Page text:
Where The Rabbit Joined The Easter Parade

The Easter Bunny became part of the celebration when pagan traditions were adapted by early Christians.

The Easter Bunny became part of the celebration when pagan traditions were adapted by early Christians.

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It’s probably easy for most of us to comprehend how Jesus is associated with Easter. His death, resurrection and all of that are the real essence of our Easter celebration. But just how in the name of the furry little “wascally wabbit” did the “Easter Bunny” hippity-hop its way into this religious celebration?

Well, after a little bit of research into the subject, I think I have discovered several theories as to how the reverence of the Easter celebration and the cute and cuddly bunny rabbit became a match.

As it turns out, the Easter Bunny has a long history as a pagan symbol that predates the Christian holiday. In fact, sources suggest that early Christians purposefully co-opted the pagan hare to popularize their own holiday.

It seems that quite a few pagan cultures hold celebrations in the spring. It’s the time of year when plants return to life after being dormant all winter and when animals mate and procreate. These festivities celebrate the renewal of life and promote the fertility of crops, animals and even people.

The Saxons believed in a maiden goddess of fertility named Eostre (or Eastre) and honored her with a spring festival. Hares and rabbits were considered sacred to Eastre, because they are notoriously fertile animals.

In the second century A.D., Christian missionaries attempted to convert the many non-Christian northern European tribes. To help make Christianity attractive, the missionaries turned pagan festivals into Christian holidays. The pagan Eastre festival occurred around the same time as the Christian celebration marking Christ’s resurrection, so the two celebrations sort of blended into one, rabbit and all.

Over time, Eastre became Easter, and the symbolism changed as well. Instead of the Easter rabbit symbolizing fertility, the rabbit may have symbolized an innocent, vulnerable creature that could be sacrificed, similar to the lamb. To Christians, these innocents were tokens of Christ and the sacrifice he made.

And finally, the Easter Bunny we know today seems to have been influenced by German traditions dating back to the 1500s. German children believed that the Oschter (a magical rabbit) would leave them a nest of colored eggs at Eastertime if they were good. Pennsylvania Dutch settlers brought this tradition to America in the 1700s.

On a related note, eggs have long been a symbol of rebirth and thus associated with spring celebrations. In the 600s, Pope Gregory the Great forbade the eating of eggs during Lent (the 40 days preceding Easter), and this helped make eggs a special treat at Easter. Many European cultures also have long-standing customs of decorating eggs and giving them as gifts.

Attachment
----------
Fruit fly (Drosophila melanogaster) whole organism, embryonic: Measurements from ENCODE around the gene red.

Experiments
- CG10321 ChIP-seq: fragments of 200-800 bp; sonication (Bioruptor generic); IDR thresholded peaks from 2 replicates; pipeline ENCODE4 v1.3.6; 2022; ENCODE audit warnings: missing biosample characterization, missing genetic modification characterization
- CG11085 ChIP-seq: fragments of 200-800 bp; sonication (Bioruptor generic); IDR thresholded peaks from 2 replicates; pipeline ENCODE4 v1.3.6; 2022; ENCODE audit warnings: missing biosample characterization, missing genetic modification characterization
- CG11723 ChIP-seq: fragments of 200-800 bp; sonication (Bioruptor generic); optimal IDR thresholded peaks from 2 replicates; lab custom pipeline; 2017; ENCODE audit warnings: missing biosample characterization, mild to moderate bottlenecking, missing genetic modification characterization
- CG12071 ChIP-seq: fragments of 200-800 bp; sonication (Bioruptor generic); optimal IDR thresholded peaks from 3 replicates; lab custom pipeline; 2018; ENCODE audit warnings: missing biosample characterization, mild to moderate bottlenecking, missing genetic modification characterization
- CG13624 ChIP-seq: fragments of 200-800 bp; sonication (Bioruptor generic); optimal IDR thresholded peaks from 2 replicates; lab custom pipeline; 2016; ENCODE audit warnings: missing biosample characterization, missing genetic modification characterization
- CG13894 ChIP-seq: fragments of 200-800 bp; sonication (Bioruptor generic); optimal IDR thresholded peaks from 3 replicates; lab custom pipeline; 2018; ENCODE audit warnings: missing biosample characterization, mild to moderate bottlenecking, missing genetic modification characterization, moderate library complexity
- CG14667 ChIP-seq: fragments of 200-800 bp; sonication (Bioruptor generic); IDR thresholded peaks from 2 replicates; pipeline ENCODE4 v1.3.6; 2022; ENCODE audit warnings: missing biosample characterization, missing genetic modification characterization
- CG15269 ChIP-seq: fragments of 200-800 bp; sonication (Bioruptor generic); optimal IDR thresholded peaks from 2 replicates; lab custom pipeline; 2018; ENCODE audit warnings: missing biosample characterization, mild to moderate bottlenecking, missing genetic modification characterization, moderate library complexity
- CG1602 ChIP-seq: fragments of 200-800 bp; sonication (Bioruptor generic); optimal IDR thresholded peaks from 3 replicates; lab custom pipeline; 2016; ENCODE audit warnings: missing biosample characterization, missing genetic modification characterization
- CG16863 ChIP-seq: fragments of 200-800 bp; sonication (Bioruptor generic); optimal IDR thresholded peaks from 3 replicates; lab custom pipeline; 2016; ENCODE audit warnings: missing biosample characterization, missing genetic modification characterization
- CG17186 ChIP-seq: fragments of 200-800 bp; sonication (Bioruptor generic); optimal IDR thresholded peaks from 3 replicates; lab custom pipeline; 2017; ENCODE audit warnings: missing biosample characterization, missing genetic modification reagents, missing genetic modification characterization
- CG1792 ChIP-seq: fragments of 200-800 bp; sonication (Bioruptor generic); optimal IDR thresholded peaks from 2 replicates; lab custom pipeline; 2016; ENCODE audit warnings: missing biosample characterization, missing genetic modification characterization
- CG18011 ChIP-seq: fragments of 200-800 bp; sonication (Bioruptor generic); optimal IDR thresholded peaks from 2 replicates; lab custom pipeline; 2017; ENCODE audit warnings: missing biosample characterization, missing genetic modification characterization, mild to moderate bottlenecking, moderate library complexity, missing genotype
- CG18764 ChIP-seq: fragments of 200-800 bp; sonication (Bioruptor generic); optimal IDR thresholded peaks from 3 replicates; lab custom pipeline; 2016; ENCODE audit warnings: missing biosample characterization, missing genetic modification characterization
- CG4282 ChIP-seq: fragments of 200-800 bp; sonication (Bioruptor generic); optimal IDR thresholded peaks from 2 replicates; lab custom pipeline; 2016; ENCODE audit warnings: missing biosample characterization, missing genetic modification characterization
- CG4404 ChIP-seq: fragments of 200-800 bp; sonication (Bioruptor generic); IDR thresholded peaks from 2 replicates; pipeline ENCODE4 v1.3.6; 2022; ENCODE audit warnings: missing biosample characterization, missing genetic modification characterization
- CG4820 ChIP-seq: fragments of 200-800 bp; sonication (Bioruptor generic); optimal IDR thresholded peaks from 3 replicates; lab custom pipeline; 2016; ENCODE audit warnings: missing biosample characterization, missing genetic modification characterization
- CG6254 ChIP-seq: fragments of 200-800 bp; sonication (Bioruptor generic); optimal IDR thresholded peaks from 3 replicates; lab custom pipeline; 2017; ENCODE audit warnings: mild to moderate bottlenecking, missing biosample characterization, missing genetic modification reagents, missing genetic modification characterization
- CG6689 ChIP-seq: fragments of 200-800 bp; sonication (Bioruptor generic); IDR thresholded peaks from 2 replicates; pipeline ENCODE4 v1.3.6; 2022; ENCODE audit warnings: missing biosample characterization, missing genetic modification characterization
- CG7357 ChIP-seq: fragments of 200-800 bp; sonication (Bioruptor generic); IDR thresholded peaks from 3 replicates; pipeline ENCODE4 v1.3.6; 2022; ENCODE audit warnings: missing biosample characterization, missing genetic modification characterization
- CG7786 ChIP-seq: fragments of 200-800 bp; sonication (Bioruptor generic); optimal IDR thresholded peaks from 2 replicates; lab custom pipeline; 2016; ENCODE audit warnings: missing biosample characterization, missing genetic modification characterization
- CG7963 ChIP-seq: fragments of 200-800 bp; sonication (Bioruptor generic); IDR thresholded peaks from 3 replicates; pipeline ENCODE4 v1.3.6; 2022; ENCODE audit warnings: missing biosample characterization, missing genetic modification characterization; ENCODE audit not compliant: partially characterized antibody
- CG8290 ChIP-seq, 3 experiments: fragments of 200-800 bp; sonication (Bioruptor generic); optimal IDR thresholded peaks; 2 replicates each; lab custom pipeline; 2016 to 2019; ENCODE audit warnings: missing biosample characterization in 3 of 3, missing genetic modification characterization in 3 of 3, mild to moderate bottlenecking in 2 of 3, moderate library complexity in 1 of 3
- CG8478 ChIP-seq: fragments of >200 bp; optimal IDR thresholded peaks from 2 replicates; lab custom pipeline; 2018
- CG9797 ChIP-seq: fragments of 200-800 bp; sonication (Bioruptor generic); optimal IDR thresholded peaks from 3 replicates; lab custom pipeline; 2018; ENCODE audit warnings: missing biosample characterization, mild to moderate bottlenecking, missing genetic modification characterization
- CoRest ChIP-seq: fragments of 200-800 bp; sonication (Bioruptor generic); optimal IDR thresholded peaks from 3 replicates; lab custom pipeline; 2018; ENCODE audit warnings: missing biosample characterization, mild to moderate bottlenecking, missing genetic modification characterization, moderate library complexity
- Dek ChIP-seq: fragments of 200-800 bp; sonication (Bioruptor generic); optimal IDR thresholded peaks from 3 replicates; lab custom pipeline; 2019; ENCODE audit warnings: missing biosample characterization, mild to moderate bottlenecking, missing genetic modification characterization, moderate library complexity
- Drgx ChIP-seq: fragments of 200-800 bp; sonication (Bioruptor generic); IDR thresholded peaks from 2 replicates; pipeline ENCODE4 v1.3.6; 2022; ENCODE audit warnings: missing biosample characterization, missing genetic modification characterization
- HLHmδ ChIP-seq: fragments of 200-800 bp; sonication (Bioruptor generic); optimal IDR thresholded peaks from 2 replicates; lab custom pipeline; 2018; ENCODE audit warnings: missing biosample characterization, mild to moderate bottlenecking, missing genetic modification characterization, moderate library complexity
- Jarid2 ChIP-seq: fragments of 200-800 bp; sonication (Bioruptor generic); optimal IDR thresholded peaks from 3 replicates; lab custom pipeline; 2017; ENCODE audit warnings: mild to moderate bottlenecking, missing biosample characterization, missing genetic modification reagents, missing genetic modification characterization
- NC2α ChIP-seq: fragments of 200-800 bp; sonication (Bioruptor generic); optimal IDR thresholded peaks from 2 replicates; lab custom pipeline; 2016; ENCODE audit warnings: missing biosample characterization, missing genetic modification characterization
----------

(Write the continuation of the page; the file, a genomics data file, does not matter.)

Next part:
This week’s question

Can you name the bandleader who in 1952 had a hit with his release of the song, which also quickly became a line-dance, “The Bunny Hop”? You may remember that in 1959, the Applejacks came out with a cover version of this song.

This week’s music trivia musician played trumpet with both Glenn Miller and Tommy Dorsey before becoming his own successful bandleader in the 1950s. He was married for a time to actress Mamie Van Doren.

In all, this bandleader scored 31 hits on the Hit Parade and Billboard charts, including his Top 10 hits, 1952’s “At Last” (vocal by Tommy Mercer), 1953’s “Dragnet” and 1959’s “Peter Gunn.”

Is this “Bunny Hop” bandleader A) Ray Anthony; B) Percy Faith; C) Guy Lombardo; or D) Peter Cottontail?

This week, if you’re the fourth caller and have the correct answer, you’ll win a CD of your favorite artist, genre or era of music.

Last week’s question

This past week’s music trivia question was: In the Rolling Stones’ Rock & Roll Hall of Fame hit “Jumpin’ Jack Flash,” what are the words that follow the song’s lyrics, “I’m Jumpin’ Jack Flash”?

Are the ensuing lyrics A) I’m leaping to great heights; B) it’s great to be me: C) get out of my way; or D) it’s a gas, gas, gas?

The correct lyrics are “I’m Jumpin’ Jack Flash, it’s a gas, gas, gas” — which appear three times in the Rolling Stones’ 1968 hit.

Congratulations to last week’s multiple-time music trivia winner, Jack “Jumpin’ Jack Flash” Jumper. Jack won a CD of his favorite hits.

A final note

Mark your calendars, fishermen! Next weekend is the Optimist Club’s Seventh Annual Kid’s Fishing Festival. Green Valley Park will feature free fishing (with a very freshly stocked lake) for the entire family from 8 a.m. to 3 p.m., Saturday, April 6.

The day will include music (that would be me), Scoops Ice Cream, a silent auction, raffles, food booths and fishing clinics by Arizona Game and Fish and Trout Unlimited. And if you don’t have your own, fishing poles and bait will be provided.

Happy Easter, everybunny!

DJ Craig, (928) 468-1482

www.djcraiginpayson.com

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